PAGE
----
Make America Work Again…Through the Arts

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Make America Work Again…Through the Arts.

In 1934, President Franklin Delano Rosevelt signed into law the “Federal Emergency Relief Act”, the precursor the the “New Deal”. After it passed, the question arose whether or not artists would qualify for the federal relief funding provided by the legislation. The Public Works of Art Project was then created under the legislation, helping pave the way for over 3,700 artists to be put back to work to create artwork for the public to enjoy. Later, the New Deal and the WPA modeled the Federal Theatre Project, Federal Art Project, Federal Writing Project, and others after the PWAP and helped put thousands of artists to work while the nation worked to recover from the Great Depression.

These two federal projects are important to remember when you talk about the arts and jobs in the US. The arts sector is an industry that sometimes gets overlooked when people talk about “job creation”. But these federal projects help remind us that when you want to put America to work, that means the artist goes to work too.

The Bureau of Economic Analysis recently began tracking a new satellite account of their annual GDP measures, centered around arts and culture. In their 2016 report, which measures 2013 growth and output, the creation of arts and cultural products equaled over 4 million jobs. Additionally, the sector accounted for over $700 billion to the US economy, or 3.9% of the entire US GDP.

In our own state of South Carolina, in a 2011 report by the SC Arts Commission and USC Darla Moore School of Business, the creative sector (arts-centric businesses, for profit and nonprofit) accounts for over 78,000 jobs and over $9.2 billion in core economic impact.

Advances in technology have also empowered the individual artist to reach new heights, audiences, and levels of success by changing how we distribute art to customers, how we spread the word about events, and has made the tools used in the creation of some artwork available to everyone via the web (more on this topic later this week).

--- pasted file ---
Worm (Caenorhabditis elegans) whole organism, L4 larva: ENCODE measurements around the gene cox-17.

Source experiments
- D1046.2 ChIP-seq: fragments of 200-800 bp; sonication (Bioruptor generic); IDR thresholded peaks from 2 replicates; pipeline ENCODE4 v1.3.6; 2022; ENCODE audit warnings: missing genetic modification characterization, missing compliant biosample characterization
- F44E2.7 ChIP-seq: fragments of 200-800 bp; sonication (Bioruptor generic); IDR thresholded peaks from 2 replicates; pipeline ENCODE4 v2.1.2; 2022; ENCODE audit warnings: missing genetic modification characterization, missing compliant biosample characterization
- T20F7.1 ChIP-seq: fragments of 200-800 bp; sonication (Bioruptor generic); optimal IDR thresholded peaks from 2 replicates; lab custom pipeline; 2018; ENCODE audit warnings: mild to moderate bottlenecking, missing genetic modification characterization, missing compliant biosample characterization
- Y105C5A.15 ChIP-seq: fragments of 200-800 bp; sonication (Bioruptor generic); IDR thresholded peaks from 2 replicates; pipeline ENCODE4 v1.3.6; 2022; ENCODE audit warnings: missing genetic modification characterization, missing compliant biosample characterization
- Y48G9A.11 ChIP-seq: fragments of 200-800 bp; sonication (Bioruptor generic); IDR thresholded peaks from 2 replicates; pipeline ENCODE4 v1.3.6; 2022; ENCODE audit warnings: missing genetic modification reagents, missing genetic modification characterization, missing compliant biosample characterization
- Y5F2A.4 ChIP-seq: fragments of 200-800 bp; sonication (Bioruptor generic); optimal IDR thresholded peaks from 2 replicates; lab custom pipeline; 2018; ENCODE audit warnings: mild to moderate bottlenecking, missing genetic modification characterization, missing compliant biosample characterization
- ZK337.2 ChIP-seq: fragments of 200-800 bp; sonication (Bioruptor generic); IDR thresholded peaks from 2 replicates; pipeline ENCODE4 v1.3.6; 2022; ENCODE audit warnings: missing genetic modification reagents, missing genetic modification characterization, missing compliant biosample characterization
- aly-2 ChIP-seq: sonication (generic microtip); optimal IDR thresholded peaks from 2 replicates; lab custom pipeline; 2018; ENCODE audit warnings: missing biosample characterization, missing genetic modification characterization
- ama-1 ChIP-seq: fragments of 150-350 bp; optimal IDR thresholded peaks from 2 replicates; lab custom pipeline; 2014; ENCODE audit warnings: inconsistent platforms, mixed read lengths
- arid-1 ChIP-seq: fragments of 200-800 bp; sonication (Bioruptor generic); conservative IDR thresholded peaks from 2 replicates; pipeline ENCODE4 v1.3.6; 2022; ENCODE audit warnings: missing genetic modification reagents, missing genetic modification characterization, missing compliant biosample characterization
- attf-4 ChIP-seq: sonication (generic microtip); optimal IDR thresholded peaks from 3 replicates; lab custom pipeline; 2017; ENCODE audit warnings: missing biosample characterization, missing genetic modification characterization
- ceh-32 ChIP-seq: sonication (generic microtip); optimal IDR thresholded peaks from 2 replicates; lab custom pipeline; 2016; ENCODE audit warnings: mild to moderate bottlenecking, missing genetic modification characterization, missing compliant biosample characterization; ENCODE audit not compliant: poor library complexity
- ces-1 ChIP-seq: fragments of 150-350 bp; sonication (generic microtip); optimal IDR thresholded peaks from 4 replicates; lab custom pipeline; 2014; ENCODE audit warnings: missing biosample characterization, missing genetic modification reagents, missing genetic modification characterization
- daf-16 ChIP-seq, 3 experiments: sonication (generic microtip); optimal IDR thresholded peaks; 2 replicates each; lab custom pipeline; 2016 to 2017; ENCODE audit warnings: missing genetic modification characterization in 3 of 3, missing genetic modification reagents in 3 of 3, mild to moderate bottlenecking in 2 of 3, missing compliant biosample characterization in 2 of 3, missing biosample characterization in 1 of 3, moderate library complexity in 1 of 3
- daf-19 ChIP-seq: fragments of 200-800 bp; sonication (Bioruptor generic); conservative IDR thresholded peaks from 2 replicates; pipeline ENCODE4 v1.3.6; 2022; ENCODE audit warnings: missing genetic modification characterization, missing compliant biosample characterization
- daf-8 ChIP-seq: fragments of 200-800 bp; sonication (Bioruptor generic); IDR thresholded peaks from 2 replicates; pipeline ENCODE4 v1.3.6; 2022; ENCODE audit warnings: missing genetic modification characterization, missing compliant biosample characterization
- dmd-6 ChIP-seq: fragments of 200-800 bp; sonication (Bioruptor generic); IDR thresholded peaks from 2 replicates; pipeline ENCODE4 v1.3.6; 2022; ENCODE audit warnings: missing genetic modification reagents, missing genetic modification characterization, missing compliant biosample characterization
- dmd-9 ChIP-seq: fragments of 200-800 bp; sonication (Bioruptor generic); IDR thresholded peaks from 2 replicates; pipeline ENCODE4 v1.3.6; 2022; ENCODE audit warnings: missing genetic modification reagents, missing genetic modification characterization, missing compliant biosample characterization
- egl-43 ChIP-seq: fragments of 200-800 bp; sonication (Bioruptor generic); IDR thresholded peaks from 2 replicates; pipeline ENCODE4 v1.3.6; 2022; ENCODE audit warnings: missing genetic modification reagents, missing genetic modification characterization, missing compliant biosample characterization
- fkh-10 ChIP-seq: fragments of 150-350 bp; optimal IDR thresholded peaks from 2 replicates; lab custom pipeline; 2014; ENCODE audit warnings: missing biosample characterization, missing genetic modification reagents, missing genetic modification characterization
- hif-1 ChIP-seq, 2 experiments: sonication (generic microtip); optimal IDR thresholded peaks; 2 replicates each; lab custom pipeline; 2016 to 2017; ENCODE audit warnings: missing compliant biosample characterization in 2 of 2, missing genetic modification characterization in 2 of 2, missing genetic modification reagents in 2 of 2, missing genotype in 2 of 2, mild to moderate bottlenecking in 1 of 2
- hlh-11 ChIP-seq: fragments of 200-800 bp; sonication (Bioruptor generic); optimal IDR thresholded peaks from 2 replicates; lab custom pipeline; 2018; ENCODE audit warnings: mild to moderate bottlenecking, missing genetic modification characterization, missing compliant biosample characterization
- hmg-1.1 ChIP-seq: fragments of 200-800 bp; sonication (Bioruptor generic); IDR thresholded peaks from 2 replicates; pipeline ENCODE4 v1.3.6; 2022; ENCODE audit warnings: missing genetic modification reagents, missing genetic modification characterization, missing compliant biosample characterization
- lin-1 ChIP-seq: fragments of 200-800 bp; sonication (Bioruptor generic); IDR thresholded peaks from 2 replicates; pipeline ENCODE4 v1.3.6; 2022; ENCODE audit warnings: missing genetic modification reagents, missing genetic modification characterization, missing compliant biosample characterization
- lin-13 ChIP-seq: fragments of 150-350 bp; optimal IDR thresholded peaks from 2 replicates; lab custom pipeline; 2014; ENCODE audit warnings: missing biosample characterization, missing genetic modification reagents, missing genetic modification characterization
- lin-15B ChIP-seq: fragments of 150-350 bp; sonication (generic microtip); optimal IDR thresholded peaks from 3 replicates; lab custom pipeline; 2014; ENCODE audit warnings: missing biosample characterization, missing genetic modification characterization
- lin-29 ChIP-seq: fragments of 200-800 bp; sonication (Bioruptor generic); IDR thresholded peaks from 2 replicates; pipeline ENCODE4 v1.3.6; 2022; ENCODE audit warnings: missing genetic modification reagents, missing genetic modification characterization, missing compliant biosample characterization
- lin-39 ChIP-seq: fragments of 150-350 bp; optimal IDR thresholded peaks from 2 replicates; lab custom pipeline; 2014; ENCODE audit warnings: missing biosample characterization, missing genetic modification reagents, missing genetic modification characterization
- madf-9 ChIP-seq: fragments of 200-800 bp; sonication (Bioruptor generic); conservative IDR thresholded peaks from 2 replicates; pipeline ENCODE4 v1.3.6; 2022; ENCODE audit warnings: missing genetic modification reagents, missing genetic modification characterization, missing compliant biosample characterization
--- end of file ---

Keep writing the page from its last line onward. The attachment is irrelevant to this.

In addition to the creative sector, other major industries of today are looking for employees to have creative solutions, be a team player, and emerge from their education with soft skills that make them better leaders. These soft skills and necessary qualities are engrained in artistic participation. From elementary school through college, the arts can be used to prepare people to be better 21st century employees. The arts can be used in the workplace to create stronger teams, inspire creativity, and develop better products.

When you talk about putting America back to work, it’s important to remember the artist and those that support the delivery of the arts to the public. Our culture is passed down generation to generation through the arts. Our history relies on art to keep it alive. And our future is dependent on our ability to be creative and to move our careers, what ever they may be, forward.

The 2016 Republican National Convention in Cleveland, Ohio is underway. Through Thursday, July 21, the GOP will focus on a series of issues to be addressed by various party leaders, celebrities, and political figures, and ultimately will solidify Donal Trump’s nomination as the Republican candidate for President.

The Convention is held over four days, and each day the RNC has chosen a theme for the party to reflect on as it approves its party platform and its candidate. The themes are drawn from the campaign slogan used by the Trump campaign, “Make America Great Again”. The theme for each day is as follows:

Monday: Make America Safe Again
Tuesday: Make America Work Again
Wednesday: Make America First Again
Thursday: Make America One Again

We’ll be following the Republican Convention throughout the week, and the Democratic Convention next week, to see if / how the party platforms include the arts in their solutions to our country’s future.

With that in mind, we’ll be posting a new blog each day of each convention. For the Republican Convention, we’ve taken their daily themes and added “…Through the Arts” to demonstrate how the arts can address each day’s topic of choice.